Russian spacecraft filled with crew supplies docks at space station

Story highlights

  • Crew says it "feels like Christmas in July"
  • While such missions are fairly routine, past spacecraft resupply attempts have failed

(CNN)After a series of failed resupply missions, the International Space Station finally got assorted goodies for its crew Sunday when a Russian spacecraft filled with supplies docked at the station.

The unmanned rocket blasted off from the Baikonur Cosmodrome in Kazakhstan on Friday. It carried 6,100 pounds of food, fuel, water, oxygen and other supplies.
"Crew reports, 'feels like Christmas in July,'" the International Space Station tweeted.
    While such missions are usually routine, past spacecraft resupply attempts have failed, making this one especially crucial.
    In late June, an unmanned SpaceX rocket carrying a supply capsule exploded shortly after liftoff from Cape Canaveral, Florida.
    It was carrying a spacesuit, water filtration equipment, crew provisions, food, water and student experiments. It was unclear what caused the rocket to fail, but a Federal Aviation Administration investigation is underway.

    Failed missions

    The Russian Progress 60 cargo craft is seen approaching the International Space Station.
    Three space station astronauts -- Cmdr. Gennady Padalka and Mikhail Kornienko of Russia and NASA's Scott Kelly -- had been awaiting SpaceX's shipment.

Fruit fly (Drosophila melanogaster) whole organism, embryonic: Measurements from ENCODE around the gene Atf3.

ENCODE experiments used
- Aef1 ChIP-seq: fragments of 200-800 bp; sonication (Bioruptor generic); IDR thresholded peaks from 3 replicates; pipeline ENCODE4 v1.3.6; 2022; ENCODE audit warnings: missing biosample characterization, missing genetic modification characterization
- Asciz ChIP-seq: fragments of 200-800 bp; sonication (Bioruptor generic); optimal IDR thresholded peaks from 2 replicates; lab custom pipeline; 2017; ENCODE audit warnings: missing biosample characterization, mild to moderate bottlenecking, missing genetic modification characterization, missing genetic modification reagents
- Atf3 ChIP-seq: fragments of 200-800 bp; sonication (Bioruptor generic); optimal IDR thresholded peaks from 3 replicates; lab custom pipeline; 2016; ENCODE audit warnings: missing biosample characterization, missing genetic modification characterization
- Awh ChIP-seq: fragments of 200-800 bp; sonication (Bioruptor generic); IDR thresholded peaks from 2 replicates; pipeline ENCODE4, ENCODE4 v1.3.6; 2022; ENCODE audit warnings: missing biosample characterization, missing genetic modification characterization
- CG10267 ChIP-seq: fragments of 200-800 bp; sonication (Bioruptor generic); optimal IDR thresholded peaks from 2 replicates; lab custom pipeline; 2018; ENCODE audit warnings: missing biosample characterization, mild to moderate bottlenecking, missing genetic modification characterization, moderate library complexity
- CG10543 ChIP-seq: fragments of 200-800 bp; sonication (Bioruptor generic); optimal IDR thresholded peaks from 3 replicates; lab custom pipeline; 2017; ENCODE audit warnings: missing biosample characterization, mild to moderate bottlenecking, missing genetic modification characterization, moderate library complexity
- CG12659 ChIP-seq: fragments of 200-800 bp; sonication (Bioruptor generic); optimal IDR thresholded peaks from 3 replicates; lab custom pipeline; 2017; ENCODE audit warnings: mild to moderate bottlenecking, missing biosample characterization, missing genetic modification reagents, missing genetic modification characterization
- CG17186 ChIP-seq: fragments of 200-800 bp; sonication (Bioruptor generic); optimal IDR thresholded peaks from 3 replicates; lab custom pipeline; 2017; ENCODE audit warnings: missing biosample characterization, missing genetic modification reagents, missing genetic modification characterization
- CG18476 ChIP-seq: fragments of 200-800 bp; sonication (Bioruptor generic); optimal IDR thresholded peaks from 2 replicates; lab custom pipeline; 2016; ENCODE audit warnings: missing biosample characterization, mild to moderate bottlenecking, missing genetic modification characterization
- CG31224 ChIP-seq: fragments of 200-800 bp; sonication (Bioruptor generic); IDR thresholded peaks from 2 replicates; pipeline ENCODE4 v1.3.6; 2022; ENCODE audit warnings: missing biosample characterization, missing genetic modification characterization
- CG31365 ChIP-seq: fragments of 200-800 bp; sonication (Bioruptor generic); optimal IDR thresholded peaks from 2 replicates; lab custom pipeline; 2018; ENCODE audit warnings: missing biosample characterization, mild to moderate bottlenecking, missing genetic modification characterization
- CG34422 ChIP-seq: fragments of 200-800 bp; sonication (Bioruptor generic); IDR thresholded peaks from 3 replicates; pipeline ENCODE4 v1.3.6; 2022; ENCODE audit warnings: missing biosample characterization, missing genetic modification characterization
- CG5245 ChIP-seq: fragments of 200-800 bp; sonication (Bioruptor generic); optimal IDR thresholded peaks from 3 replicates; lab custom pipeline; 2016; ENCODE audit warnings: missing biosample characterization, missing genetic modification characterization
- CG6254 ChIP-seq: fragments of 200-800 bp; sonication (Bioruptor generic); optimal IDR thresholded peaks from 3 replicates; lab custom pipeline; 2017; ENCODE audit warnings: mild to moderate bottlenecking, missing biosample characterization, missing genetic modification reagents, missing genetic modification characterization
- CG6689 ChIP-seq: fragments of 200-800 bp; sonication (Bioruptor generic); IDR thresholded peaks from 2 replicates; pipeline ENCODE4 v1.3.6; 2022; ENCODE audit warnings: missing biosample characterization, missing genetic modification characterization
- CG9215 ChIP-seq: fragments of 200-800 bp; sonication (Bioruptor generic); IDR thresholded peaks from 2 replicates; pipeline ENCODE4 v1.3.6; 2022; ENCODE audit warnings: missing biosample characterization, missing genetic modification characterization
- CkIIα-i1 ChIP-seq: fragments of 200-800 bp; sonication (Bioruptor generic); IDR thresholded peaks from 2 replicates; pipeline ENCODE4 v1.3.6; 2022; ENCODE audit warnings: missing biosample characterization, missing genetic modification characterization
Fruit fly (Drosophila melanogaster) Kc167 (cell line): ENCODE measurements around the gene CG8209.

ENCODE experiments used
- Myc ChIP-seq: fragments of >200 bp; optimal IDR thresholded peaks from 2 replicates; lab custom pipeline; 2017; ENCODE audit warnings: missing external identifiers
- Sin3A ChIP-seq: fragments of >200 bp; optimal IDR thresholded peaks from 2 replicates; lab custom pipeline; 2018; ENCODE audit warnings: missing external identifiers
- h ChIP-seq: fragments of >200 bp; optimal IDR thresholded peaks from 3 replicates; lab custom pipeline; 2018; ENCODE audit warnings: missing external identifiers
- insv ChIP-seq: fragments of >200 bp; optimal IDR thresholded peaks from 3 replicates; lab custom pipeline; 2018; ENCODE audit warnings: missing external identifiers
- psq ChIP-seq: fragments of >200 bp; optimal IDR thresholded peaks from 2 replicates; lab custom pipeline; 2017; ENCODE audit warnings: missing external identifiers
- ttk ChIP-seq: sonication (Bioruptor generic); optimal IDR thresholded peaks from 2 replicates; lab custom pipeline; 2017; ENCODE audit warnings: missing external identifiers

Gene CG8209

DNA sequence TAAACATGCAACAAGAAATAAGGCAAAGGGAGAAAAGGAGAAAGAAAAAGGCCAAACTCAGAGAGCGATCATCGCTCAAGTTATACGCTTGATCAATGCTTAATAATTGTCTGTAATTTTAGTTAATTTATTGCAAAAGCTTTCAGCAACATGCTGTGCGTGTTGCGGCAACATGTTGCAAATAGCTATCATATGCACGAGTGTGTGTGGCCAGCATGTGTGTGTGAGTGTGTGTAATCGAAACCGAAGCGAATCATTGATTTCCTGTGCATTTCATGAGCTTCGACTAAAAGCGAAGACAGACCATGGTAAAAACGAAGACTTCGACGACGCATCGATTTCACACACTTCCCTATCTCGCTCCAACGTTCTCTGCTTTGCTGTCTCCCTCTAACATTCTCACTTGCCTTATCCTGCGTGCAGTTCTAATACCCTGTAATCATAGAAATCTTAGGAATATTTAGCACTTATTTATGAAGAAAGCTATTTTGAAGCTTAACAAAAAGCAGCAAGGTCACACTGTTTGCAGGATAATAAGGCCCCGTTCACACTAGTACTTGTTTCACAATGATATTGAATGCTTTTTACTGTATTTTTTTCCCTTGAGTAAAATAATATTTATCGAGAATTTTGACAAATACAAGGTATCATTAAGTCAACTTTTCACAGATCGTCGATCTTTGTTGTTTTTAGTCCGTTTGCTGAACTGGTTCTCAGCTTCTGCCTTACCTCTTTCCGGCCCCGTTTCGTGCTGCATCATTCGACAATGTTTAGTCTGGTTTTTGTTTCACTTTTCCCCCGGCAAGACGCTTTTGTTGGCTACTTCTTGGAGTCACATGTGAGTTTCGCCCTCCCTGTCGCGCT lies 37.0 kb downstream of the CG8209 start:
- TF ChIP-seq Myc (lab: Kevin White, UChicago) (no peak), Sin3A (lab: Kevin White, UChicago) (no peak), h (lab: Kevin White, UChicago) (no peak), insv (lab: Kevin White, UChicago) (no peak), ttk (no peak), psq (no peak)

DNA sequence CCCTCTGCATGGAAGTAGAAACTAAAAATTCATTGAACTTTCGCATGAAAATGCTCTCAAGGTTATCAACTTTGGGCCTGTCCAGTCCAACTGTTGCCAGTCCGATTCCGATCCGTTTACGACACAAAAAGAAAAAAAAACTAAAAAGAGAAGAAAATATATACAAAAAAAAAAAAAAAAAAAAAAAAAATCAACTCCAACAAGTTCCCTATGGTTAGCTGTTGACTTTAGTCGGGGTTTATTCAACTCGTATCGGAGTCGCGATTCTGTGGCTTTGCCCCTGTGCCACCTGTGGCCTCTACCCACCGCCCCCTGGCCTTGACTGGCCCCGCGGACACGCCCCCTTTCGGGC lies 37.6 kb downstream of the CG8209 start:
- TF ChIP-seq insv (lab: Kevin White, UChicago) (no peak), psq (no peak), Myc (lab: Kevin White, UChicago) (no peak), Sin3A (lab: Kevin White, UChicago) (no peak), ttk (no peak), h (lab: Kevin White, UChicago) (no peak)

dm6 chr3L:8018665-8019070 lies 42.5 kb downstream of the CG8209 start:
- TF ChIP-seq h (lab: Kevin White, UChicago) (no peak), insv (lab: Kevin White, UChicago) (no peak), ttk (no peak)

Another Russian rocket, Progress 59, went out of control after launch in April and burned up on re-entry in May. It had crew clothing, spacewalk hardware, propellant, oxygen and water, among other supplies.
    But wait, there's more.
    In October, another rocket carrying crew provisions had to be destroyed when a problem developed after launch.

    Crew awaiting supplies

    NASA says the crew on the space station has enough supplies to last until October, even without the gear on the latest rocket.
    Russian rocket takes off to resupply ISS
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    "The space station crew is fine on orbit," NASA's William Gerstenmaier said. "They've done a tremendous job of balancing all the consumables on orbit. We're in good shape from a food standpoint."
    However, he said, the crew will need to watch water levels. One of the most important items lost in the SpaceX explosion was a piece of equipment that filters water.
    "Even without processed water, we have enough water supplies on orbit until late 2015," NASA spokeswoman Stephanie Schierholz said.
    Kelly and Kornienko are taking part in what NASA calls "The One-Year Crew." They're living on the space station for about a year to explore the effects of long-term space flight on the human body.
    Three more crew members are scheduled to go to the space station on a Russian spacecraft this month.

    The space station

    The station orbits about 250 miles (400 kilometers) above Earth. It circles the planet every 90 minutes.
    Astronauts living there mostly conduct experiments, NASA said. The station measures 357 feet from end to end and is larger than a six-bedroom house.